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Moscow. Exploring architectural diversity.

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FC: Moscow. Exploring architectural diversity.

1: Moscow is one of the most beautiful and architecturally diverse cities in the world. The city is almost 870 years old and from century to century Moscow has preserved amazing examples of architecture as it was built and rebuilt. The city started as a fortress surrounded by the Kremlin Wall. The Wall as it is now was built in the 15th century by Italian architects. Red is one of the most popular colors for Russian buildings and churches. The name of the main square is Red Square, which also means beautiful in the Old Russian.

2: Another beautiful red building on Red Square is the State Historical Museum founded in 1872. The building was designed in the Russian Revival style characterized by the interest in old Russian architecture, which became popular at the end of the 19th century.

3: Vvedenskaya Church is located on one of the side-streets in the center of Moscow. It was built in the 17th century in the Moscow Baroque style. This is generally what a typical Russian church looks like, and if you walk around the city you will find many churches that are similar in style. This is also true for churches in other Russian cities.

4: St. Basil's Cathedral is a landmark and the most beautiful and famous church in Moscow. It is located on the side of Red Square facing the river. The Cathedral was built in the 16th century and it is astonishing in its complexity. The name of the architect remains unclear and the design has no analogues in Russian or European architecture.

5: The Cathedral of Christ the Savior is the biggest and most important church in Russia, visited by thousands of tourists and pilgrims every month. The Cathedral was intended to be a memorial in honor of the victory of Russian people over Napoleon in 1812. The Cathedral was finally completed in 1860, then destroyed during the Soviet Period, and rebuilt in the late 1990s.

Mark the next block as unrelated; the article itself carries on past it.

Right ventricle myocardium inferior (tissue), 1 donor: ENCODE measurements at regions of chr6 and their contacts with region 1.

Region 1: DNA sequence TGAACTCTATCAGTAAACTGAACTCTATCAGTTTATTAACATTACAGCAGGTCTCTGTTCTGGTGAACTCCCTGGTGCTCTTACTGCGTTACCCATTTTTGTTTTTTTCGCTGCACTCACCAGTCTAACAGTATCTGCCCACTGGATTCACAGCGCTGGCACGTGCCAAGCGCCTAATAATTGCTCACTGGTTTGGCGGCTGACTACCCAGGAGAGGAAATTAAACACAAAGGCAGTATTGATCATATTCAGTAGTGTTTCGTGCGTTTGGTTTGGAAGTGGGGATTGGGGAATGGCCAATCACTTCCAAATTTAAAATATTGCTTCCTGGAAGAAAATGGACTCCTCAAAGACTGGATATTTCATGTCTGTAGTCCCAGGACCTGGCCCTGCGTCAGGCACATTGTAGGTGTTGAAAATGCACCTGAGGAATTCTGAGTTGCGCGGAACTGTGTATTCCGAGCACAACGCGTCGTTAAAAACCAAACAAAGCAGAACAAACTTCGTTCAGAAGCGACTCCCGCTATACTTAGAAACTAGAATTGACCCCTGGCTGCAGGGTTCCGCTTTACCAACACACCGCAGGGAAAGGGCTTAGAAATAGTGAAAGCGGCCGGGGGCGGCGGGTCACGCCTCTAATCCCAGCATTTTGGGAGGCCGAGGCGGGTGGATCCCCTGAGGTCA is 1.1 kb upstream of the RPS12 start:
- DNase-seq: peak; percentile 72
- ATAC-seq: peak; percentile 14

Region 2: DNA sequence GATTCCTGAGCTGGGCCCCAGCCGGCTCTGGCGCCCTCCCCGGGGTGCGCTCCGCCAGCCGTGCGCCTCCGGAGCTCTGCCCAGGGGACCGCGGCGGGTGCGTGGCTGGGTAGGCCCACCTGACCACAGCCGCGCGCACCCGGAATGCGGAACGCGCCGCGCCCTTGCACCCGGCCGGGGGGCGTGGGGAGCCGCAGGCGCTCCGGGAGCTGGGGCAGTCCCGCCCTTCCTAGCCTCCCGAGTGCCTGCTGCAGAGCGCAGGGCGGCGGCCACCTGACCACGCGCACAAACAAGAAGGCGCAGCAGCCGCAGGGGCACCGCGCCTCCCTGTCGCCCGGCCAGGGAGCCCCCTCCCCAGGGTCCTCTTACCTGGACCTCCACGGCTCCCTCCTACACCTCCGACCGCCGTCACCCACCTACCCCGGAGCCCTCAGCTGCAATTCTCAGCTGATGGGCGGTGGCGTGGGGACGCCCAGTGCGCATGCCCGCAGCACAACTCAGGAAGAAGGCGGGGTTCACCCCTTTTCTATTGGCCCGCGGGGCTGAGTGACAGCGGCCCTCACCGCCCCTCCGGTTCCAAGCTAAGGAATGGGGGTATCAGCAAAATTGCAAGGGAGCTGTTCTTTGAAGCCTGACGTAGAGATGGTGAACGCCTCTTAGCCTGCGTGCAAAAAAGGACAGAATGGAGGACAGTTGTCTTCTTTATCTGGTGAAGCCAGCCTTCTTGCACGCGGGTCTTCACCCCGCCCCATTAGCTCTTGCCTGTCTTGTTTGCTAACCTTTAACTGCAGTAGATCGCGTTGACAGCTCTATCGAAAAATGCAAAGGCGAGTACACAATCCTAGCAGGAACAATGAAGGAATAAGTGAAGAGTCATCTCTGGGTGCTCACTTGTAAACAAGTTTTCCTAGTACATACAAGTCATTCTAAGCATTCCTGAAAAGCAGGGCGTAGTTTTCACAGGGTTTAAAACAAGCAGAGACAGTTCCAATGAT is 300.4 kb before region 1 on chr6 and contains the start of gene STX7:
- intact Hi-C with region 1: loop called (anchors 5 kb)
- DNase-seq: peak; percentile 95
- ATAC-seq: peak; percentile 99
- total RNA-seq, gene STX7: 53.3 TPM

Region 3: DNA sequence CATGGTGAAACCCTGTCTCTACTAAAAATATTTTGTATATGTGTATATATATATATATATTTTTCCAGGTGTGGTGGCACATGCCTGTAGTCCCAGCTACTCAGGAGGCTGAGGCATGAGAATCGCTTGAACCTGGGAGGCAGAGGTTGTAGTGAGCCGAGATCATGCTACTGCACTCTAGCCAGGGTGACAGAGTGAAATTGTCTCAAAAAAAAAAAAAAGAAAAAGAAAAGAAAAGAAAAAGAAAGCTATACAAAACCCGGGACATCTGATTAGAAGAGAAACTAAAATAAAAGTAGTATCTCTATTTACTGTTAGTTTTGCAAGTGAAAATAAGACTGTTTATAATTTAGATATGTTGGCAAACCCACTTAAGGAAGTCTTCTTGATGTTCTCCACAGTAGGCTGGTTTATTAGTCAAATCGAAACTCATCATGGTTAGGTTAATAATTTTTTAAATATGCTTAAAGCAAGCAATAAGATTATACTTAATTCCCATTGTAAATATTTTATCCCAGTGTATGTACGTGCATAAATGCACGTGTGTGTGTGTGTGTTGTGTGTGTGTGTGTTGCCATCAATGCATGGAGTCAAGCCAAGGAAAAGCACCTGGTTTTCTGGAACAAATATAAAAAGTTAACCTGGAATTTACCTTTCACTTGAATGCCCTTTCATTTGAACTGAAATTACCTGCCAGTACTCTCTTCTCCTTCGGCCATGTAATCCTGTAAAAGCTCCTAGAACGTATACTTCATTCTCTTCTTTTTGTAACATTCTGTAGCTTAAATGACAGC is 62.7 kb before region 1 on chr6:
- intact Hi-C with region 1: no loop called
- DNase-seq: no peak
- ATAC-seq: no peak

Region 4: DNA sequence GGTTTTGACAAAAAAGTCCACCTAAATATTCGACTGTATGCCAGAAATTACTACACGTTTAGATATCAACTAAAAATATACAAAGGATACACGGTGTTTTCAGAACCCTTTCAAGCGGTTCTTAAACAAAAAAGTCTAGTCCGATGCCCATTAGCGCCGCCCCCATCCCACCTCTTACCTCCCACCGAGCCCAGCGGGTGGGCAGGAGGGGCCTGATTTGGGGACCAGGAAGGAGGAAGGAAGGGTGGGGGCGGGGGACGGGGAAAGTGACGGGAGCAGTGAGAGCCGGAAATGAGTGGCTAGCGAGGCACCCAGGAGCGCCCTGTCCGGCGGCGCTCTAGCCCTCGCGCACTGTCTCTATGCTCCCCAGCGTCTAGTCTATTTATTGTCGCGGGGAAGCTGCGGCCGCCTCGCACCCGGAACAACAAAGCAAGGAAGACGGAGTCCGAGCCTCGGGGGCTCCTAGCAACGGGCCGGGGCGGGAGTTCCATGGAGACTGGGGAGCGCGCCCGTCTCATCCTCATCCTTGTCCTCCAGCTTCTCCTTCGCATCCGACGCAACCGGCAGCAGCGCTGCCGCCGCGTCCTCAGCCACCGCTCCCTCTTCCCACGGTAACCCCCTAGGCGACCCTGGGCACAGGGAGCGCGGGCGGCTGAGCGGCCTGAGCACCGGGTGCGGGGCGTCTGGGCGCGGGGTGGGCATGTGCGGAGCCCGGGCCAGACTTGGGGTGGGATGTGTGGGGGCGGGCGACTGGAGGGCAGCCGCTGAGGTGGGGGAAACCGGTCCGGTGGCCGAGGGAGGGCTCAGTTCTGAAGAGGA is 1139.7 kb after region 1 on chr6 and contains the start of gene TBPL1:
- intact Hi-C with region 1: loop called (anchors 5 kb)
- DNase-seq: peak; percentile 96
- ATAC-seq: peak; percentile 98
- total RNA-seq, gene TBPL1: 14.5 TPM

6: Walking through the streets of Moscow you will find buildings from different historical periods - some of them 19th century mansions renovated and turned into office and apartment buildings,

7: some of them wooden, still preserved as house-museums of famous Russian writers, some of them from the Pre-Revolution period. | For example, this is the building of the "Red October" chocolate factory built at the very end of the 19th century.

8: These photos represent buildings of the Stalin-era built in Russian Baroque and Gothic style in the 1940 - 1950s. The buildings are massive and are decorated with Social Realism motifs. | Apartment Building on Kotelnicheskaya Embankment (above) Garden Ring apartment buildings (on the right)

9: Moscow State University Main Building together with the Building on Kotelnicheskaya Embankment are among the so called Seven Sisters Skyscrapers located throughout the city, defining the Moscow skyline.

10: Moscow International Business Center is an excellent example of modern architecture in Moscow. The Center is still under construction and it is meant to be a development combining office space,

11: living space, and entertainment. The construction began in 1996 and is scheduled to be completed in 2015. The Business Center will be among the tallest European skyscrapers. The Mercury City Tower, for example, will be tallest building in Europe and in Russia, standing at 339 meters.

12: Moscow is still growing and changing every day. Looking at the present day architectural designs we can mostly see two trends. The first one is the drastic increase of gigantic complexes of apartment buildings due to the growing population of the city. The other one is the appearance of elite houses and apartments in the

13: center of Moscow, which are often stylized as 19th and early 20th century buildings. (p. 12 second picture on the right) Above is a picture of an apartment building in the center. (compare to an apartment building in the suburbs on the left.)

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  • By: Elena L.
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  • Title: Moscow. Exploring architectural diversity.
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